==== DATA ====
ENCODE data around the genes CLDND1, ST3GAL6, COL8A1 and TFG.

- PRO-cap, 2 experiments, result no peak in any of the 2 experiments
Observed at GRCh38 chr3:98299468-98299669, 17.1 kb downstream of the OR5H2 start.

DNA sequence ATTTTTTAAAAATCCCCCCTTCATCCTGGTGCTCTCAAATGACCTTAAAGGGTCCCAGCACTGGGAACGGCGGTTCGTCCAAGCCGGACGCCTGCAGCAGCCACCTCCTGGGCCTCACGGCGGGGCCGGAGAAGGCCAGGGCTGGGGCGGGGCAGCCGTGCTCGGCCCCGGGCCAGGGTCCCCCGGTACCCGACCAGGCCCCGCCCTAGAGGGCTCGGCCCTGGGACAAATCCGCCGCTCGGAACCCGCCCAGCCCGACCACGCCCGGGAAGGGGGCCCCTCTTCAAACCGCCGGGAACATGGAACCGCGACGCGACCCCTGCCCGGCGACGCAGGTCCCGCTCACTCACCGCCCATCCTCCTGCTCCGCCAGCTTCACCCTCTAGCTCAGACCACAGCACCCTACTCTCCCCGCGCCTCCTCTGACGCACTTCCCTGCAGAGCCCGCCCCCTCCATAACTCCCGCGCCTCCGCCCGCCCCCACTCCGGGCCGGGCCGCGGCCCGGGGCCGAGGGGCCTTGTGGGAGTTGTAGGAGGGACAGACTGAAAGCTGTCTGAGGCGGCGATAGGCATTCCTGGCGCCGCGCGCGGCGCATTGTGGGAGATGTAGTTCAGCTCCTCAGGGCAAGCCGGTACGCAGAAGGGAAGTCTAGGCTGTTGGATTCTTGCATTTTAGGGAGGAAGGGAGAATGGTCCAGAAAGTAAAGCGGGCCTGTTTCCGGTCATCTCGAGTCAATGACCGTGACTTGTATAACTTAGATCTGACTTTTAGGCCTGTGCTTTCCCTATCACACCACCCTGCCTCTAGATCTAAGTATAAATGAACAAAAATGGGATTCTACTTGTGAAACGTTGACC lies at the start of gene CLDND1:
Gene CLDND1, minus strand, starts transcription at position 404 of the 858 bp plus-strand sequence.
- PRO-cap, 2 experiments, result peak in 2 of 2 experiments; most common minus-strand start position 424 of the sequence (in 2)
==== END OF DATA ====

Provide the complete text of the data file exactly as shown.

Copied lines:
ENCODE data around the genes CLDND1, ST3GAL6, COL8A1 and TFG.

- PRO-cap, 2 experiments, result no peak in any of the 2 experiments
Observed at GRCh38 chr3:98299468-98299669, 17.1 kb downstream of the OR5H2 start.

DNA sequence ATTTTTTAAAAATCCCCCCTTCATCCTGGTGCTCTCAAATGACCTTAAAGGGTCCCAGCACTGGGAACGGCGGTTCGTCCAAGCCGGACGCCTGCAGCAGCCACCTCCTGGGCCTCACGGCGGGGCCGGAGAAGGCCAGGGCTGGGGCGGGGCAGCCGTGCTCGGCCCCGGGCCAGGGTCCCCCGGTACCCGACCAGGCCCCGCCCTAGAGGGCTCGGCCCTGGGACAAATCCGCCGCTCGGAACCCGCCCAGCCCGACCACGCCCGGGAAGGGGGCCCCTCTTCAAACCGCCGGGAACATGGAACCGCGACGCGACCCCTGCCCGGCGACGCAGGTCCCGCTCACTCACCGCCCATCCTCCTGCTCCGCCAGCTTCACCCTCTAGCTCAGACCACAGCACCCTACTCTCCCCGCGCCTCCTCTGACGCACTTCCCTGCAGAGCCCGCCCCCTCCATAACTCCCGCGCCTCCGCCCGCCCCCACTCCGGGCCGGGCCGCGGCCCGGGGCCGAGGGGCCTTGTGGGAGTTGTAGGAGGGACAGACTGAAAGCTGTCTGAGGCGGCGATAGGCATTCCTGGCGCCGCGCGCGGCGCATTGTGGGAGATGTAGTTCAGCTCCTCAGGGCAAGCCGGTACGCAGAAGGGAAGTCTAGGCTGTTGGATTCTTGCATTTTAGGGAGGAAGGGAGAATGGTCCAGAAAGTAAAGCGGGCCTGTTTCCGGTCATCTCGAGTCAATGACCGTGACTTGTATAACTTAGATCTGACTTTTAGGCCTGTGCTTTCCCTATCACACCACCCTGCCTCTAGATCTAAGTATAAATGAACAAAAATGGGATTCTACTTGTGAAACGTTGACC lies at the start of gene CLDND1:
Gene CLDND1, minus strand, starts transcription at position 404 of the 858 bp plus-strand sequence.
- PRO-cap, 2 experiments, result peak in 2 of 2 experiments; most common minus-strand start position 424 of the sequence (in 2)